'The Darkest Minds' YA Adaptation Bets on Dystopian Love Story

THE DARKEST MINDS Still 1- Group shot - H 2018
Courtesy of Daniel McFadden/Twentieth Century Fox
To counter possible market malaise, Fox has mounted a campaign has played up the emotional aspect to the story.

The box-office fate of movies based on young adult fiction has been somewhat uncertain of late.

The $282 million domestic take of The Hunger Games: Mockingjay Part 2 was the lowest of the series stateside, while The Divergent Series: Allegiant’s $66 million in the U.S. had Lionsgate exploring moving the franchise from movies to TV. And The 5th Wave in 2016 only brought in $34 million in the U.S. 

20th Century Fox is hoping The Darkest Minds, based on the first book in a series by author Alexandra Bracken, fares better. The story takes place in a world where almost all those under 20 years old were killed by a pandemic, while those who survived developed powers and abilities. Ruby (Amandla Stenberg) is one of those and has escaped the government camps she and other powered individuals are kept.

To counter possible market malaise, Fox has mounted a campaign has played up the emotional aspect to the story. The film, opening Friday, is tracking to open in the low teen millions in its stateside debut and is currently sitting at 14 percent on review aggregator Rotten Tomatoes. 

The Posters

The marketing team took a Banksy-style artistic approach for the first poster. The four main characters — Ruby, Liam and others — are shown here as if they’ve been spray painted on the side of a building, complete with paint dripping down the wall. The title is added over their silhouettes in orange while copy at the top reads “The ones who changed will change everything,” hinting at their role in some kind of revolution.

On the theatrical one-sheet those same teens are shown standing defiantly in a field, each exhibiting some kind of power. This time the copy says “If you’re one of us, come find us,” which adds the idea that these characters are on the run in some way.

Possibly the main selling point, though, is the callout that the movie comes “From the producers of Stranger Things and Arrival.” 

The Trailers

Ruby narrates the opening of the trailer (14.8 million views on YouTube), introducing us to the world where kids have been imprisoned because through some set of circumstances a good number of them died and those that survived gained incredible powers. She’s said to be among the most powerful and joins a group of other kids who have remained outside of control and are looking for a place where kids can live free together. She and the others soon join the active fight against the government to free those who have been rounded up and go back to living their lives free from the stigma their powers have given them.

Another trailer titled “What Happens Next” (2.2 million views on YouTube) shows some of the powers Ruby and the others have but isn’t concerned with the story, at least not beyond the teen romance between her and Liam, one of the other kids on the run. It’s positioned here as a dramatic story of young love that just so happens to involve kids with strange abilities. 

Advertising and Publicity

Fox released an extended TV spot that took a very different approach than what was seen in the rest of the campaign. It provides more backstory, mostly via news footage, on the sickness that swept through the world’s young population, killing most and granting powers that frightened the adults to the survivors.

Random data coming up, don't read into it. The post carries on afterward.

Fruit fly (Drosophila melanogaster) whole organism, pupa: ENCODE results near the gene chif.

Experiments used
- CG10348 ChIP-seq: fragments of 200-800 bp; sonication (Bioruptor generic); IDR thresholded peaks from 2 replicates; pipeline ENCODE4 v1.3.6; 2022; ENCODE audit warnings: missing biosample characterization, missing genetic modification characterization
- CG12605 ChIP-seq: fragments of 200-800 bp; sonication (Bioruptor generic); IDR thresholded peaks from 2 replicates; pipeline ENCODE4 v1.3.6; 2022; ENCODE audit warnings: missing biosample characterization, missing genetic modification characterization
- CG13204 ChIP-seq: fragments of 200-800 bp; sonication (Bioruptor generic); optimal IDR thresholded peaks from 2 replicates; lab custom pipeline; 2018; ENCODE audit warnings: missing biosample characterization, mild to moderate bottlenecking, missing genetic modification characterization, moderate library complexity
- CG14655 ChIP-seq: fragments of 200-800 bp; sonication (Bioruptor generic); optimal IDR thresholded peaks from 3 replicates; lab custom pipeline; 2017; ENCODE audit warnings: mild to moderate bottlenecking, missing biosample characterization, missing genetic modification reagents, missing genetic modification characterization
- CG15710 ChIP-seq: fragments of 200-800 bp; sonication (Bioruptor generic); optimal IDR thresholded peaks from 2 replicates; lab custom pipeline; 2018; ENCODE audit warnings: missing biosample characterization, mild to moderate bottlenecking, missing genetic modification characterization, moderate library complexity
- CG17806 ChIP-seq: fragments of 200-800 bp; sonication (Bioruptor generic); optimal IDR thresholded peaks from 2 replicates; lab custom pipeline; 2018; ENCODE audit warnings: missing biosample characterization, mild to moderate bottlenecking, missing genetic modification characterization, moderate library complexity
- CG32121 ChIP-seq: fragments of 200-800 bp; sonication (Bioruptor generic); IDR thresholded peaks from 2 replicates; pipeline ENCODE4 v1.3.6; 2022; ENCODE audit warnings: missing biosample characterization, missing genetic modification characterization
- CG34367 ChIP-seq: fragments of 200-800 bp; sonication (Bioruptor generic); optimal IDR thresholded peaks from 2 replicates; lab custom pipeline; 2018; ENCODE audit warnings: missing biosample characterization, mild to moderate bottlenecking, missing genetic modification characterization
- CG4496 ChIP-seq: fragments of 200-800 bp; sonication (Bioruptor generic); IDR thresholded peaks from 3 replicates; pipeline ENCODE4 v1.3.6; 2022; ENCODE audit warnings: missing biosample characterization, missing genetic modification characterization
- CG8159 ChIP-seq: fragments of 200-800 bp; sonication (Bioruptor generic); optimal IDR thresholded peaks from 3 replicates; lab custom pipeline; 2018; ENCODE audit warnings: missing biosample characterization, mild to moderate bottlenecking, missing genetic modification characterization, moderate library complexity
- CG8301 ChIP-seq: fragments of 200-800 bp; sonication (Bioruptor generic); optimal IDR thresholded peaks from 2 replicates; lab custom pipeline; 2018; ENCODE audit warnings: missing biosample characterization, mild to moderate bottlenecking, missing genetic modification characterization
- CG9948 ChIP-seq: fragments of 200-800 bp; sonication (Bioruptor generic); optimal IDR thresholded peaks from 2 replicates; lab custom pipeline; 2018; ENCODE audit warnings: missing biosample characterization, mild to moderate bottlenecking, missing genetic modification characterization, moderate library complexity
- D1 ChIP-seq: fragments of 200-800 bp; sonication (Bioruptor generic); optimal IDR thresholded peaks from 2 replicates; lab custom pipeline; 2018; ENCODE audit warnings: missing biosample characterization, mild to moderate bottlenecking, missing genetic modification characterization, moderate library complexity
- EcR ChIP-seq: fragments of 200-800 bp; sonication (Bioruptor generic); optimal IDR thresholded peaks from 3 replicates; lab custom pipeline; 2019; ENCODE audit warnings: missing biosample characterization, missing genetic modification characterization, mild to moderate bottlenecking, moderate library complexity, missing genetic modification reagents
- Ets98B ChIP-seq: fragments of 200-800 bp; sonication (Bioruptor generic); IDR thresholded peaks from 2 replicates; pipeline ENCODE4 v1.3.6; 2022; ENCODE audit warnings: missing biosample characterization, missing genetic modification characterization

Paid Snapchat filters allowed users of that app to apply the color that, in the story’s world, is assigned to those with different powers.

The movie made stops at quite a few conventions and events between March, when the first stills were released, and the release date.

There was BookCon in May, where Stenberg and Bracken appeared to talk about the movie and its sourcebook. There was also a booth, cosponsored by Goodreads, where attendees could make their own bookmark.

In June, Fox sponsored a presence at VidCon, the popular gathering for online video enthusiasts. The “Power Lounge” it offered those at the convention fit in nicely with the story’s theme of individuals with powers.

In July, the cast — along with Bracken and director Jennifer Yuh Nelson — appeared at San Diego Comic-Con. There was a special “From Page to Screen” panel devoted specifically to the book and movie, while Stenberg represented the movie at the “Women Who Kick Ass” panel that included castmembers from others shows and movies.

In mid-July, Fox released a featurette with Bracken talking to a group of kids about the book and what changed when it was adapted for the movie. Another had the cast talking about the powers their characters have and how those play into the story, and another had them talking about the story and how adults are afraid of the kids with powers. The relationship between Ruby and Liam was discussed and explained as well. 


There are elements of the campaign — including the first trailer released in March and the extended TV spot — that appear to sell the project as a movie with a story similar to other “chosen one” characters and narratives.

For the most part, though, Fox has worked to position the movie as being a teen romance by focusing on the Ruby/Liam subplot. Why these kids have powers, what their place in society is and other aspects of the story are aren't played up in this part of the campaign in the hopes it can reach audiences looking for something more emotional.

In both areas, the focus is squarely on Stenberg, who was a breakout hit in Everything, Everything last year and stars in the highly-anticipated The Hate U Give later this year.

Chris Thilk is a freelance writer with 15 years of experience in the social media and content marketing industry.